Black in White America.
Photographs by Leonard Freed.
The Getty Museum,
216 pp., 208 duotone illustrations, 10x8¾".
Black in White America by Leonard Freed (1929-2006) is a facsimile edition of a powerful photo essay, first published in 1968, that looks at African American life during the civil rights era. The son of Eastern-European Jews, Freed became interested in examining the cultural fabric of African American life after working as a freelance photographer in Berlin in the early 1960s and witnessing black soldiers protecting freedom abroad while their brothers and sisters were fighting for civil rights at home. He went on to become a pioneer in the genre of socially conscious photojournalism.
Freed's photo essay presents a composite of the daily lives of black people in the north and south, on city streets, in housing projects, and in rural communities, living joyously, peacefully, and defiantly during the greatest social struggle of our times. The photographs are accompanied by personal interviews and journal entries, lyrics of Negro spirituals and protest songs, as well as an excerpt from Martin Luther King Jr.'s 'I have a dream' speech. One picture shows Dr. King in an open convertible being greeted by an eager crowd of admirers. Another presents a young man lifting his fist to Freed's lens. Taken as a whole, Black in White America conveys human dignity in the midst of the struggle for racial equality.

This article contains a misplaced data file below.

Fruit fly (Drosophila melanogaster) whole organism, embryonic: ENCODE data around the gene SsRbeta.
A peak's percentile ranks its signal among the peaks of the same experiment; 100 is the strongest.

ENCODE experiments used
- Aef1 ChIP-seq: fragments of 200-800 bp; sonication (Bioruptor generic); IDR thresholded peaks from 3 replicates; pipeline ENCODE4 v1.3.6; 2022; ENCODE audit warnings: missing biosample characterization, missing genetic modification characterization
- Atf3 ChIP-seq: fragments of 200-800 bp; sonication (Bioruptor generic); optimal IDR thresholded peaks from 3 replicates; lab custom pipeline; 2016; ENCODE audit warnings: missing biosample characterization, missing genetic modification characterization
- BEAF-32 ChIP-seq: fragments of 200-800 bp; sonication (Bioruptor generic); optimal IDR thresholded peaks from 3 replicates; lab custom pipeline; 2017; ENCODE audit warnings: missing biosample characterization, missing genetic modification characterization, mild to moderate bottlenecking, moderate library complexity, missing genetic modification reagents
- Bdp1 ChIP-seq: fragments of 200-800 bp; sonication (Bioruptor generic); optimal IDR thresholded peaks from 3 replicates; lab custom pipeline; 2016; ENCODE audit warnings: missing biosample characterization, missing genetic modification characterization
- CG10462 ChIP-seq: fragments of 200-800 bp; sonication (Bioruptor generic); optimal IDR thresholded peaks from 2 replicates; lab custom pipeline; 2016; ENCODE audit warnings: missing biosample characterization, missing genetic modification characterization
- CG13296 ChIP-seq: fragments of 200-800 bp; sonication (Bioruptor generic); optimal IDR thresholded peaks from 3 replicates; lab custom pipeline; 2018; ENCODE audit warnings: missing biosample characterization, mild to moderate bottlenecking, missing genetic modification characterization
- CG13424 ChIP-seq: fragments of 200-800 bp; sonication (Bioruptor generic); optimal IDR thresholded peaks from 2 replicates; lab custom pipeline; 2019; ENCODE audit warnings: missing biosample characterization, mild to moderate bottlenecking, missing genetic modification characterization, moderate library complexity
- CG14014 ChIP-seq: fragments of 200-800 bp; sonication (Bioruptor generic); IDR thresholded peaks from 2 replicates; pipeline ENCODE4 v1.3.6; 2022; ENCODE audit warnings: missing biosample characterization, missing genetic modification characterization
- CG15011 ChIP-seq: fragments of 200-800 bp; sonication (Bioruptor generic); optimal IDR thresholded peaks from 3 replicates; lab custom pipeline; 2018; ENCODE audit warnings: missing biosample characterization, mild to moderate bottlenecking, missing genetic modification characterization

Leonard Freed was born in Brooklyn, New York, and began taking photographs in 1953 while living in the Netherlands. He traveled the world on assignment for the international press and published thirteen books. His photographs are included in the collections of the International Center of Photography, the Metropolitan Museum of Art in New York, and the J. Paul Getty Museum.